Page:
According to the US Election Project, approximately 60 percent of the voting-eligible population voted in the 2012 and 2016 presidential elections. Historically, the percentage of the voting-eligible population declines each election cycle as many Americans feel that their vote does not matter. Your vote matters. Voting does not determine which party inhabits an office. Your vote dictates which policies are pushed, whose voice the politicians hear, and whose voice the politicians ignore. Low voter turnout during elections leaves the level of political influence to corporate interests and voters who mobilize over issues rather than the popularity of the candidate.

Amplify your voice. Vote as a bloc.

The lion may be king of the jungle, but its true strength comes from the pack. The same is true in politics. There is strength in numbers.

Political nominees target large, organized groups such as unions. Why? Less effort to obtain more votes. Canvassing the neighborhood takes time and may not result in the number of votes necessary to secure a political candidate’s victory. Attending an organizational meeting such as the local union or a homeowner’s association reaches the same number of people in less time and can result in a larger number of secured votes.

Take the city of Alexandria, Virginia for example. The 2019 U.S. Census estimates the city’s population to be 159,428. Only 7,500 of these residents voted in the city’s last election according to the city’s election statistics. An estimated 3,795 active/retired police and firefighters live within Alexandria, making the political engagement of this labor group rival other labor groups that do not form a union. The police and fire associations’ influence extends beyond the individuals within the association. It touches their network of friends, family, and other related associations which makes their endorsement even harder to turn down.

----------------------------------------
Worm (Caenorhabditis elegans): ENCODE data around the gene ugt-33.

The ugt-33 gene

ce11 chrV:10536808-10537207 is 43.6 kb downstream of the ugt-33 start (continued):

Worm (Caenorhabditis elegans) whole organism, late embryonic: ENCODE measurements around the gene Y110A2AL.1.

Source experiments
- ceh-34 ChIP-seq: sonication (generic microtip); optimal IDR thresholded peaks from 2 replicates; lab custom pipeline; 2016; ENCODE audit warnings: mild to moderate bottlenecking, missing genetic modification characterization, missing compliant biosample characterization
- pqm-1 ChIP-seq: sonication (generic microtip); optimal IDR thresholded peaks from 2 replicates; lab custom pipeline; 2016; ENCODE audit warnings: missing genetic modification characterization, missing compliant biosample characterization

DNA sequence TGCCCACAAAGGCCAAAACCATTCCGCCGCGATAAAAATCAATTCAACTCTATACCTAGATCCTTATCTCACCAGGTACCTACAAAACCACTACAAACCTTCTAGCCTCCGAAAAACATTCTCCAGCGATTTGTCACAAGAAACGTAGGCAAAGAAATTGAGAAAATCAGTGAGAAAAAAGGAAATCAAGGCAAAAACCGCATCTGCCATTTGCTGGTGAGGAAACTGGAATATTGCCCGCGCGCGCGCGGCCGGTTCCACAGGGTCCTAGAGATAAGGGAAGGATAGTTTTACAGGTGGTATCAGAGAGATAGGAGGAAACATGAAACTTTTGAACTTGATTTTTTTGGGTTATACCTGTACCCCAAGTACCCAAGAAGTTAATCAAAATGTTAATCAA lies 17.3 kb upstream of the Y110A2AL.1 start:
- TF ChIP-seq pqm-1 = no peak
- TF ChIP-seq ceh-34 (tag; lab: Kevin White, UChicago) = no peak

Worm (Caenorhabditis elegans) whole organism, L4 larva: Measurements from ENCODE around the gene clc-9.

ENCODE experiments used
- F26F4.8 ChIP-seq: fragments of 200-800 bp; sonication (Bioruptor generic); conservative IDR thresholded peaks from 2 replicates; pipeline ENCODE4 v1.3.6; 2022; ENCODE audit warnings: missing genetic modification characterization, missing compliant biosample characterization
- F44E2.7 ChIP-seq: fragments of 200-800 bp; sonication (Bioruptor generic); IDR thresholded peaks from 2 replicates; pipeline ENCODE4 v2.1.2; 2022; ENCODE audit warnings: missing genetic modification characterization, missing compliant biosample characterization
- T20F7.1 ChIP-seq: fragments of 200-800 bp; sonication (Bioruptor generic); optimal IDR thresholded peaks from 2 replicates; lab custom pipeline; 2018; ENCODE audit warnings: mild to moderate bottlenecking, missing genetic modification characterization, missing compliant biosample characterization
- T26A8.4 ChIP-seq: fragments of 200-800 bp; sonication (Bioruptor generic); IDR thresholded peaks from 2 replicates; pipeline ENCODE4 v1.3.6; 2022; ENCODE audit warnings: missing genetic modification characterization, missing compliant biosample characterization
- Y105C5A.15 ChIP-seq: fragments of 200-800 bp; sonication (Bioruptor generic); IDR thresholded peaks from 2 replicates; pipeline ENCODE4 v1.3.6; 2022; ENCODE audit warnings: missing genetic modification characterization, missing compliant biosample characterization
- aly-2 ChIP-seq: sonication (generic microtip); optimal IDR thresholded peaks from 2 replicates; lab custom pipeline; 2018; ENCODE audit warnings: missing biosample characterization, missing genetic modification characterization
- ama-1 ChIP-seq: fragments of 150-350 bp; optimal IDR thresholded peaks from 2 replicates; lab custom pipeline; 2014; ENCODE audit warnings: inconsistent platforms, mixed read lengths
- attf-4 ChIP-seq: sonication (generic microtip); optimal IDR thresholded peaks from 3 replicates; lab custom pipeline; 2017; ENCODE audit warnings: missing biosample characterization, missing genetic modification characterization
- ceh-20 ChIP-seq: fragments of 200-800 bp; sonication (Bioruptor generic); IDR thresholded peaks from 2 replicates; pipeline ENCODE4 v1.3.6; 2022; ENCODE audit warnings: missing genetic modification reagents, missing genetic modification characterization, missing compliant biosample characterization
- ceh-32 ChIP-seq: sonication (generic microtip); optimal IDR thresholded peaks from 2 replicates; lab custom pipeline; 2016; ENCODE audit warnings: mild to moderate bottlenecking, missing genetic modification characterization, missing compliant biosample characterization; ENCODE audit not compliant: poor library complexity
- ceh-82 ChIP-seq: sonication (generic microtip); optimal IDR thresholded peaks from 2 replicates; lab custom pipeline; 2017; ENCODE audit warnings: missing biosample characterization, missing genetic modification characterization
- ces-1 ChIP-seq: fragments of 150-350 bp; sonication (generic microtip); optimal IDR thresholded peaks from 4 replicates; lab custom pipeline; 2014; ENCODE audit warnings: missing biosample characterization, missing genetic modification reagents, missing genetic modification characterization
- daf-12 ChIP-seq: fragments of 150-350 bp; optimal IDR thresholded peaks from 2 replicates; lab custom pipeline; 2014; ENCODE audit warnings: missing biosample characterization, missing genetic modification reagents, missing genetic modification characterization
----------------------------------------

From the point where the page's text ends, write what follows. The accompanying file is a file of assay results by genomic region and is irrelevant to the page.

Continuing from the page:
Union members are more likely to vote and more likely to belong to other associations than non-voters according to the 2013 study “Labor Unions and Political Participation in Comparative Perspective,” by Jasmine Kerrissey and Evan Schofer. Given this information and the multiplier provided by the study, we can assume a minimum 3,900 of the 7,500 Alexandria votes came from a union member or someone they influenced. The group’s voting record combined with the benefits of the associations’ ability to mobilize voters makes them an attractive political target and a formidable voting bloc. An endorsement by the police and fire association can secure a mayor, city council member, or state representative a seat in less time than it would take to knock on all 144,000 doors.

Influence the 2020 election with these four actions. One, help register individuals who are eligible to vote within your community. Two, put the November election on the meeting agenda of your next homeowner’s association or social gathering. Three, mobilize voters through conversation and education; and Four, help people in your network get to the polls.

WI Guest Author

This correspondent is a guest contributor to The Washington Informer.

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